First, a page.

Third Sunday in Lent - Year C - 28th February

Why Do Bad Things Happen to Good People?

The idea still persists that an accident or misfortune is a punishment from God for some sin, either committed personally or by a family member, even in a past generation. Pilate's brutal act, and the fall of a tower reported to Jesus, show that neither man nor nature have ever been a respecter of persons, ranks or titles.

 Whenever bad things happen, the human instinct is to try to grapple. We all want to make sense of the senseless.

 We want to know why certain things occur. 'Why?' is a good question, investigations can help prevent future tragedy. 'Why' is only bad when it leads us into assigning blame and guilt to people that do not deserve it.

 Or rather who do not merit it any more or less than we do.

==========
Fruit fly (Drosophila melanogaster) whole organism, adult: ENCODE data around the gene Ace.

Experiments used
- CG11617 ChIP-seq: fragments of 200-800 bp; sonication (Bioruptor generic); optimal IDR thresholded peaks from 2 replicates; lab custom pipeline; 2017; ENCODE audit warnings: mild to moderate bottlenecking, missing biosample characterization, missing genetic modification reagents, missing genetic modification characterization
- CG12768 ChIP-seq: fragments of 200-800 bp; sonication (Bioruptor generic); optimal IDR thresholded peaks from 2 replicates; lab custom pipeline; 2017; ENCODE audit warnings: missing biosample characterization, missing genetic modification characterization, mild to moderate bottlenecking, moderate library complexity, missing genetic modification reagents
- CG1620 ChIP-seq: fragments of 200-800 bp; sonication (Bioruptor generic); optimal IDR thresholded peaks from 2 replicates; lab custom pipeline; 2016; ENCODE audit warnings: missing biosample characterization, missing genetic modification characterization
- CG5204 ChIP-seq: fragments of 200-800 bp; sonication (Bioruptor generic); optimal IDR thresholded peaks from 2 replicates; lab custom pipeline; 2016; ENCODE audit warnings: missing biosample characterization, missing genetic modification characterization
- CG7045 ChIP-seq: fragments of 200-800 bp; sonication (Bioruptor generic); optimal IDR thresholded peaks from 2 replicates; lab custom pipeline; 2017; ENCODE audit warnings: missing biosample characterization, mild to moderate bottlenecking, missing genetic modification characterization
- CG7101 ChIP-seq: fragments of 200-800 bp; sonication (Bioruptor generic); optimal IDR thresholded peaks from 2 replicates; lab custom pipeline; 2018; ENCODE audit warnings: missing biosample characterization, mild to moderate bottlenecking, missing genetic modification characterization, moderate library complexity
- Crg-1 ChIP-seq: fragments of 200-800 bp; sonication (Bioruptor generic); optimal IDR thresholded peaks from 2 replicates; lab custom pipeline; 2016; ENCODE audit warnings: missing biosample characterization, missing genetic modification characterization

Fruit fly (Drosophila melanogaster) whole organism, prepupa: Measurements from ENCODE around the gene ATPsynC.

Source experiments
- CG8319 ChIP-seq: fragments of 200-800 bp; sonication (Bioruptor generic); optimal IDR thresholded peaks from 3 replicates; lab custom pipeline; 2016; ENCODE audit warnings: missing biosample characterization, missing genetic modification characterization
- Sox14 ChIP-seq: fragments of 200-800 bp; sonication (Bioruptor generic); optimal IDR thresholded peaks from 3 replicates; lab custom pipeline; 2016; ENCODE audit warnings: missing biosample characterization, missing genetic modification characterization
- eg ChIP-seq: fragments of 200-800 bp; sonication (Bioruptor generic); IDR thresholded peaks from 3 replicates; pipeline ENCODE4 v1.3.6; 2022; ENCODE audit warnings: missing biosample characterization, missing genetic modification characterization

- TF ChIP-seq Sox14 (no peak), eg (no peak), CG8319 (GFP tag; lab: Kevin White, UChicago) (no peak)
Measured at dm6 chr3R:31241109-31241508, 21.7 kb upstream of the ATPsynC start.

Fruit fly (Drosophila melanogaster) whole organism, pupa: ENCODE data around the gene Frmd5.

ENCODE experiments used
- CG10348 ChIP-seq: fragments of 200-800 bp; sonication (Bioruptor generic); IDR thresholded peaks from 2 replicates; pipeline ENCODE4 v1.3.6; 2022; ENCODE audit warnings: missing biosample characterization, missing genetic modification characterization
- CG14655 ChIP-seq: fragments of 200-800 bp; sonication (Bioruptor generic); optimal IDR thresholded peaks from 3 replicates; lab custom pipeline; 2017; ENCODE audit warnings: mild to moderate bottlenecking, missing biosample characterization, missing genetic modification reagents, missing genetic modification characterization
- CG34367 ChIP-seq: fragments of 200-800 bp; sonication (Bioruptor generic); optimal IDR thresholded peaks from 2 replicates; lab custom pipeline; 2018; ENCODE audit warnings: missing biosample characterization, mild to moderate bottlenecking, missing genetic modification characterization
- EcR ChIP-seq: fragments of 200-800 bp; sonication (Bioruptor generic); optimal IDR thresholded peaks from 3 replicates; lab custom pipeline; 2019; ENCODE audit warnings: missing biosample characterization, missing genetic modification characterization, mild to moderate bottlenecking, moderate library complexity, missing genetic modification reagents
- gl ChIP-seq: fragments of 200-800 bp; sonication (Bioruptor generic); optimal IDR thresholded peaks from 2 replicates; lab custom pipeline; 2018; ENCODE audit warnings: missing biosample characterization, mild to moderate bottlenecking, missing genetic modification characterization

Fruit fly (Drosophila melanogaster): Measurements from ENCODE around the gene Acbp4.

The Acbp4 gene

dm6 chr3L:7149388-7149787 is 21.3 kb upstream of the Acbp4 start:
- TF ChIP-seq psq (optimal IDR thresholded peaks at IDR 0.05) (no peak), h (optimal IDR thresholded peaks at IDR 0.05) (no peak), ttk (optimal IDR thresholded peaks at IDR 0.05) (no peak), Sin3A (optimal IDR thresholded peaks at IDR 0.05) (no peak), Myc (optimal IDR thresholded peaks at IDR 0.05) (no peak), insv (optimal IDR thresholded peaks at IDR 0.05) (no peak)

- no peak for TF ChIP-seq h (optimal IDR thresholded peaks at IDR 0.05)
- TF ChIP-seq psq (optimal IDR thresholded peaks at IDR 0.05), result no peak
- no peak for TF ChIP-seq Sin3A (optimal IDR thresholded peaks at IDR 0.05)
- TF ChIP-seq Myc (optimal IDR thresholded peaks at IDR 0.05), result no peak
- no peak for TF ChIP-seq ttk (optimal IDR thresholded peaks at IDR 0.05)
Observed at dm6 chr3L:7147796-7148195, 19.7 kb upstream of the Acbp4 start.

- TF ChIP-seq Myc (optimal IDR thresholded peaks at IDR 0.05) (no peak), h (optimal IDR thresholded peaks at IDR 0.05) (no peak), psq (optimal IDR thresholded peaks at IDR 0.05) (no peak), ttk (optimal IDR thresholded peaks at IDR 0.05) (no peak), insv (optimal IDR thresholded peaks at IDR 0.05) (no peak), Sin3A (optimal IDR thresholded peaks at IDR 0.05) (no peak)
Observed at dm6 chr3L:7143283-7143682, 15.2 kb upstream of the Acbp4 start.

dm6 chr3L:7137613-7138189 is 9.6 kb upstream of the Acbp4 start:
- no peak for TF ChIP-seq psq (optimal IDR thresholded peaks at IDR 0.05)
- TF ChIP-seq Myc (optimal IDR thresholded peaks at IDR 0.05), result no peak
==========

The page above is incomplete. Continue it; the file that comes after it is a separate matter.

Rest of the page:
Jesus tried to move people on from that horrible idea of God and tells the story of the fruitless fig tree.

A tree was drawing life and strength from the soil but was producing nothing. It was useless. There are two kinds of people in the world: those who take out more than they put in and those who put in more than they take out. Jesus often reminds us that we will be judged according to the opportunities we have had. So it's fair for us to ask ourselves, "Of what use have you been in this world? What have you contributed to love and life?" We're expected to leave the world a little better than we found it. If we fail, the parable tells us that, like the disappointing tree, we can always count on God giving us a second chance.

 But if we refuse chance after chance, the day might come when all will be lost - not because God shut us out but because we shut ourselves out.

 We could ask ourselves what radical steps we need to take this Lent to make us ready for the glory of resurrection faith at Easter? So, no-one knows all the answers.

But this we do know: God does not send the bad things. When misfortune overtakes us, we are not alone; God is with us, offering grace and strength.

We are not supposed to be passive. Whatever happens to us, let's try to pass on things better than we found them, and leave the rest to a compassionate, loving God. .

Fr Kevin O'Shea C.M.